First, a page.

Combination Bachelor of Arts/Bachelor of Science And Master of Science
The baccalaureate degree in Environmental Science is a strong, comprehensive degree program. Our campus-wide faculty have identified the subjects you should study to prepare to enter the environmental job market or advance to a graduate degree program in disciplines including, anthropology, biology, entomology and nematology, environmental engineering science, fisheries, forestry, geography, landscape architecture, political science, resource economics, soil and water science, urban and regional planning, or wildlife or to a professional degree program in business, education, journalism, or environmental law. Most students seek the Bachelor of Science track, but some prefer the Bachelor of Arts, which requires less physics, chemistry, and mathematics to prepare for the junior and senior courses.
The first two years of study lay a foundation of coursework for building expertise. Students need to know the natural sciences of physics, chemistry, and biology, with laboratory experience. Study of microeconomics and macroeconomics is required to understand the human economy. Introductory statistics empowers students to evaluate sets of numbers. An introduction to calculus enables work with rates of change: the heart of ecological science.
The junior and senior level course work combines the basic and applied sciences needed to diagnose problems, the engineering needed to devise and test solutions, and the social sciences of human processes and institutions needed to take action. Students take a core of courses designed to provide a base of common knowledge and experience. Then students explore electives chosen according to student interest. Students return to a common course during the senior year that applies critical-thinking skills to what they have learned. This program prepares students to deal with a high level of complexity and respond effectively to opportunities that arise during their professional lives.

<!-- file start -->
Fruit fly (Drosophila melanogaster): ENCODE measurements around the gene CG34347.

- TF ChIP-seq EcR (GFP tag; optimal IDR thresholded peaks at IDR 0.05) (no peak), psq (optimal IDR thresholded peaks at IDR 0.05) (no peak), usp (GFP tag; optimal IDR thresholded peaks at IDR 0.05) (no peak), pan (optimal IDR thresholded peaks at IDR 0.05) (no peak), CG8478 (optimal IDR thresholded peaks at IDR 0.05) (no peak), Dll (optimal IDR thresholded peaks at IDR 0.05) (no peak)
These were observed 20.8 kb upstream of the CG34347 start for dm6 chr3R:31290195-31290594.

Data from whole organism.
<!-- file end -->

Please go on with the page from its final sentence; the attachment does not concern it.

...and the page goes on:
Students interested in the baccalaureate in Environmental Science should prepare by meeting the college's pre-professional requirements (see the Critical Tracking courses in the Undergraduate Catalog). Students seeking to become a registered professional engineer in Environmental Engineering Sciences, should instead follow the pre-professional requirements of that department. Those undecided about becoming engineers should make curricular selections that maintain their options until they make a firm decision. Students seeking the maximum depth of scholarship available in a more specialized or traditional environment-oriented discipline in another college are encouraged to major in the appropriate discipline-centered department rather than the School of Natural Resources and Environment.